It is Perinatal Depression and Anxiety Week from November 13th to 19th 2017
Here is an Op-Ed I wrote for Fairfax Media in 2013.
I get a bit frustrated that we have not made more headway into these conditions in all the years I have been talking about it.
Hopefully, this will change with more social media attention #bePNDAaware
Anyway here it is again:
We have known for a long time that up to one in 10 Australian women will experience depression during pregnancy and that this increases to one in seven in the year following birth.
Plus research is now telling us that anxiety during pregnancy and the postnatal period is even more common than this.
So why are these still conditions that many women feel they have to suffer in silence?
Especially when early warning signs of these conditions are recognizable and help is readily available.
Here are some reasons why women still aren’t getting early identification and treatment for PND.
- Women don’t seek help. Many women still don’t know what these conditions are and how to recognise them because they are either too busy or don’t have access to good quality childbirth education.
- Women can be very good at masking their depression and anxiety. Because of the social stigma around “not coping” as a new Mum, women can feel too ashamed to ask for help and admit they are not finding the experience of motherhood as full filling as it is “supposed to” be. They can also be worried that their babies might be taken away from them if they admit they aren’t coping.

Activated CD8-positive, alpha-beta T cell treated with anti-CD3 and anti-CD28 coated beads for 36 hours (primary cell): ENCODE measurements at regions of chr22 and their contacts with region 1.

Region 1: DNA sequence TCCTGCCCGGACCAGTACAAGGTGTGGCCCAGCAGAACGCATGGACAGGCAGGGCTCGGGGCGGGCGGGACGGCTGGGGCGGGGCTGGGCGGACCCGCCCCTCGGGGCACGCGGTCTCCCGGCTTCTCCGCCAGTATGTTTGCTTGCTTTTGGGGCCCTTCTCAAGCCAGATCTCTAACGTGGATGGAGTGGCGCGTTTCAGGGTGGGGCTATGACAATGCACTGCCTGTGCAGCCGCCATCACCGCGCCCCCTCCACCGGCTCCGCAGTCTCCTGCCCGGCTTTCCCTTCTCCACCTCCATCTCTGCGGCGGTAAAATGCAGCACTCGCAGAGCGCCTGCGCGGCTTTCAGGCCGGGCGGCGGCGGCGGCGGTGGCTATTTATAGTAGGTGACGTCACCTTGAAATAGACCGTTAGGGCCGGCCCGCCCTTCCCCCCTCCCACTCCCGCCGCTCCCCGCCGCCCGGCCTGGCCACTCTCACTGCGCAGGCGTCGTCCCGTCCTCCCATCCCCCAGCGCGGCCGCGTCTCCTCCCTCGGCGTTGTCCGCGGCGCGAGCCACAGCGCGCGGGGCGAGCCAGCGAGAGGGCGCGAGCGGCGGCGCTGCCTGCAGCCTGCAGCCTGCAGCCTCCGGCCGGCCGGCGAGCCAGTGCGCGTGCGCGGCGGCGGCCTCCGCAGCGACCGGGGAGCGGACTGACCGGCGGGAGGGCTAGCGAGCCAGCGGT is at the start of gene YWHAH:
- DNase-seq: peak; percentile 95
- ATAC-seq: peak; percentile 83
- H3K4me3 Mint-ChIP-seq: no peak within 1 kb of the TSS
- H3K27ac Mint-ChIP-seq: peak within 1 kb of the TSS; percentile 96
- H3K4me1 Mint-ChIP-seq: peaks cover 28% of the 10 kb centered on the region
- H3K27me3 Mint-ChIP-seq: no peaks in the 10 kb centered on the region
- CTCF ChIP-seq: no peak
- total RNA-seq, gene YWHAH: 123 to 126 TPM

- Women, their partners, and even health professionals don’t recognise the early warning signs because they put it down to tiredness, low iron or just having to adapt to a new baby. So couples can go on for weeks hoping things will get better soon.
Causes of PND
There can be many factors that contribute to Postnatal Depression (PND) such as the birthing experiences, but biological, social and psychological factors all play a role.
For many women, it is a difficult or unexpected birthing experience that may trigger PND.
Nature really wants us to succeed at mothering. The hormones of labour and birth are meant to flood our bodies after birth; giving us feelings of well-being and love towards are new born babies. We are supposed to feel like Wonder Woman – ready to take on anything. And women who do feel like this after birth can still feel like this after 5 months. This is such a different picture of a woman who is scared, shocked or even just disappointed after her birth. She is far more likely to be feeling overwhelmed, shocked and tired in 5 months time.
Unfortunately,many women don’t understand how important it is not to interrupt the flow of their own hormones during birth.
Other women do know about this and want a calm, natural and fulfilling birth. However, in today’s highly medicalised birthing environments, Australian women are now more likely than not to have an intervention during their first birth. This can leave many women feeling less than a good mother, as well as having to cope with the emotional and physical scars from their birthing experience.
Some women are just biologically and genetically predisposed to PND. These are women who have a previous experience of PND, a family or personal history of mental health conditions such as depression, bipolar disorder or schizophrenia.